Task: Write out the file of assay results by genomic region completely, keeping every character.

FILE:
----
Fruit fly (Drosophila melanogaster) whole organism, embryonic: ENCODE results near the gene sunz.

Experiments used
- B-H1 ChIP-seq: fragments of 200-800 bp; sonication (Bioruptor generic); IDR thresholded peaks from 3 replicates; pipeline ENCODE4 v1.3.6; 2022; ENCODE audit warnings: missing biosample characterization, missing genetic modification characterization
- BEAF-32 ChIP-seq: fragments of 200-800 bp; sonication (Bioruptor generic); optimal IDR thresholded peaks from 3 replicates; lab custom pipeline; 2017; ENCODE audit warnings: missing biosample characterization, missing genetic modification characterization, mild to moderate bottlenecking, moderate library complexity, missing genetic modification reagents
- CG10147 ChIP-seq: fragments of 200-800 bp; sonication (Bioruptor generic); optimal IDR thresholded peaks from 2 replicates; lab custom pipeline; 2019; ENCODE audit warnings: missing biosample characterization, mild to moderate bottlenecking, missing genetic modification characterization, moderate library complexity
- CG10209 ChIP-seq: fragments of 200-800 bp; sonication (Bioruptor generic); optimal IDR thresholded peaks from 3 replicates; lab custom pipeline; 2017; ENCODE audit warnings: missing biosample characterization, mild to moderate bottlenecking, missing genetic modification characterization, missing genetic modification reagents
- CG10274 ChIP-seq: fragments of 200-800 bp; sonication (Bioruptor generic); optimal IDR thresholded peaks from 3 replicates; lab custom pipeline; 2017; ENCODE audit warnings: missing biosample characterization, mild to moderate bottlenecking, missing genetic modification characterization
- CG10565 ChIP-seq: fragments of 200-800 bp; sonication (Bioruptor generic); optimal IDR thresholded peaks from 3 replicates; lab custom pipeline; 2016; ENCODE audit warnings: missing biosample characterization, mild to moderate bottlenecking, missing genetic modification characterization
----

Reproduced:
Fruit fly (Drosophila melanogaster) whole organism, embryonic: ENCODE results near the gene sunz.

Experiments used
- B-H1 ChIP-seq: fragments of 200-800 bp; sonication (Bioruptor generic); IDR thresholded peaks from 3 replicates; pipeline ENCODE4 v1.3.6; 2022; ENCODE audit warnings: missing biosample characterization, missing genetic modification characterization
- BEAF-32 ChIP-seq: fragments of 200-800 bp; sonication (Bioruptor generic); optimal IDR thresholded peaks from 3 replicates; lab custom pipeline; 2017; ENCODE audit warnings: missing biosample characterization, missing genetic modification characterization, mild to moderate bottlenecking, moderate library complexity, missing genetic modification reagents
- CG10147 ChIP-seq: fragments of 200-800 bp; sonication (Bioruptor generic); optimal IDR thresholded peaks from 2 replicates; lab custom pipeline; 2019; ENCODE audit warnings: missing biosample characterization, mild to moderate bottlenecking, missing genetic modification characterization, moderate library complexity
- CG10209 ChIP-seq: fragments of 200-800 bp; sonication (Bioruptor generic); optimal IDR thresholded peaks from 3 replicates; lab custom pipeline; 2017; ENCODE audit warnings: missing biosample characterization, mild to moderate bottlenecking, missing genetic modification characterization, missing genetic modification reagents
- CG10274 ChIP-seq: fragments of 200-800 bp; sonication (Bioruptor generic); optimal IDR thresholded peaks from 3 replicates; lab custom pipeline; 2017; ENCODE audit warnings: missing biosample characterization, mild to moderate bottlenecking, missing genetic modification characterization
- CG10565 ChIP-seq: fragments of 200-800 bp; sonication (Bioruptor generic); optimal IDR thresholded peaks from 3 replicates; lab custom pipeline; 2016; ENCODE audit warnings: missing biosample characterization, mild to moderate bottlenecking, missing genetic modification characterization